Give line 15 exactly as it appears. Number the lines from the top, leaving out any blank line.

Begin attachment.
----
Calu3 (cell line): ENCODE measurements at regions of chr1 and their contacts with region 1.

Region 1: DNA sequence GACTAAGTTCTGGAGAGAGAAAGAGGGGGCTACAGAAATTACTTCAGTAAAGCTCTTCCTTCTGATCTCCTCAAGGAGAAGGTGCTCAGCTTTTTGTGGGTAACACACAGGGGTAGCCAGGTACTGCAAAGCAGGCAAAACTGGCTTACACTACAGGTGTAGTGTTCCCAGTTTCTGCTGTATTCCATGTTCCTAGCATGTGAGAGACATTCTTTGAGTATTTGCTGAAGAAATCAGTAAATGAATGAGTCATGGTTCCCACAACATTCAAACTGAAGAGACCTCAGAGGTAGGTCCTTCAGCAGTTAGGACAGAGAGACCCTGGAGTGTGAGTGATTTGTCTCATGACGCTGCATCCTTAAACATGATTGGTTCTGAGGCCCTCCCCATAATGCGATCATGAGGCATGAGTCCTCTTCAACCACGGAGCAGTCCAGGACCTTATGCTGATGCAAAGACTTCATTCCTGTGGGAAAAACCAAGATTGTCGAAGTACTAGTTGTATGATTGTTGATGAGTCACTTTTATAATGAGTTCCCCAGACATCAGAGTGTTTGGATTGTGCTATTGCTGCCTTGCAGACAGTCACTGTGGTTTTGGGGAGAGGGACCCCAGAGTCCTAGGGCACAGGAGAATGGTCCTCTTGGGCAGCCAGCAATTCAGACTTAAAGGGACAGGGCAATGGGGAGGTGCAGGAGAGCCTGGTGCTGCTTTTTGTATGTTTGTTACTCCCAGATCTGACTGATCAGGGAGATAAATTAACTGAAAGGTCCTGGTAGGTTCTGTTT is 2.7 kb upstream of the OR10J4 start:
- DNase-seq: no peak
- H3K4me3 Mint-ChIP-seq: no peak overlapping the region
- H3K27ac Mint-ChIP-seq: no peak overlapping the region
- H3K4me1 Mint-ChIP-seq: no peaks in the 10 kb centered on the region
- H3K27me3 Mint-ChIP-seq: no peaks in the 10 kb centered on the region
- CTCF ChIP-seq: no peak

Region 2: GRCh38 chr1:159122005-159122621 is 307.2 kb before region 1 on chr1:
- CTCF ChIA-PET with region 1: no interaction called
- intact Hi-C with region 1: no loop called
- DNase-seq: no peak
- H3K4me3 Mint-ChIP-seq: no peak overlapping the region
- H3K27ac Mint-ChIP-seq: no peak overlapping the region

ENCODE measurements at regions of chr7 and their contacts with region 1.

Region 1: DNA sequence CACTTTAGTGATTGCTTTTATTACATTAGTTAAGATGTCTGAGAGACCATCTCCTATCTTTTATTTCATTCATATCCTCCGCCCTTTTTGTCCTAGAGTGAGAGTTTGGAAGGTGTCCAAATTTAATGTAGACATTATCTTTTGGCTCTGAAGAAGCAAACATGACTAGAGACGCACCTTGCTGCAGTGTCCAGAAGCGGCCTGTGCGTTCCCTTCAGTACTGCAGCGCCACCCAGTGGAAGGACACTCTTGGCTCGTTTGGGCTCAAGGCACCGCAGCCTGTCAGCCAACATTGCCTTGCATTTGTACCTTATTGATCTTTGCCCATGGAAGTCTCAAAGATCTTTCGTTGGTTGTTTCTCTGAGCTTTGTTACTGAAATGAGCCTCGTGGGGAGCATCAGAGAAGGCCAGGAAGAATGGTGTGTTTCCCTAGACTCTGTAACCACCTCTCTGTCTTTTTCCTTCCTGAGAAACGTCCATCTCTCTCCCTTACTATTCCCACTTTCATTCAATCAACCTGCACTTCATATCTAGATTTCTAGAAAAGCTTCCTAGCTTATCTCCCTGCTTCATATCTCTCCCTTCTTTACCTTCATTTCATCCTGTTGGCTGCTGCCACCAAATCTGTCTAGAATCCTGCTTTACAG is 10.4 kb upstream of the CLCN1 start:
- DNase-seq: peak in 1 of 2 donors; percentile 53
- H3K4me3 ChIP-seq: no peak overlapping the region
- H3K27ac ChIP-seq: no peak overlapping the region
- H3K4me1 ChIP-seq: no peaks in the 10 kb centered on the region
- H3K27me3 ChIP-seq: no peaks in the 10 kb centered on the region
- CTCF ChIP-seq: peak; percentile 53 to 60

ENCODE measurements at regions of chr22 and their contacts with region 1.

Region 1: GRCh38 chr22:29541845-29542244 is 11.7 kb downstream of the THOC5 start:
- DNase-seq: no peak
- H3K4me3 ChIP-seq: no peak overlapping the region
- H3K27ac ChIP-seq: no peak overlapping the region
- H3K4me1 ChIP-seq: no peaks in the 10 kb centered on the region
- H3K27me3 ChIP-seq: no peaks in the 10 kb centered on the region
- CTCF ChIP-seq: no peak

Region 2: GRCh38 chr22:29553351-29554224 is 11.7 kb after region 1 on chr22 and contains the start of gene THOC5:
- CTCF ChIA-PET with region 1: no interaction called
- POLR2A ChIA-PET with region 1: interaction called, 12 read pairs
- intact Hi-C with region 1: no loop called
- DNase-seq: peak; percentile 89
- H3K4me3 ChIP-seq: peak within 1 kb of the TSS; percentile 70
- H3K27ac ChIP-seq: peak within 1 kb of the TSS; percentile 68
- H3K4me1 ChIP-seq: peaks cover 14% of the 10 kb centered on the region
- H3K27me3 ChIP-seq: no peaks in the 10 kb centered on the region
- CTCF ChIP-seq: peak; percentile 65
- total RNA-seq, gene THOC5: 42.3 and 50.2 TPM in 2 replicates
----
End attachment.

ENCODE measurements at regions of chr7 and their contacts with region 1.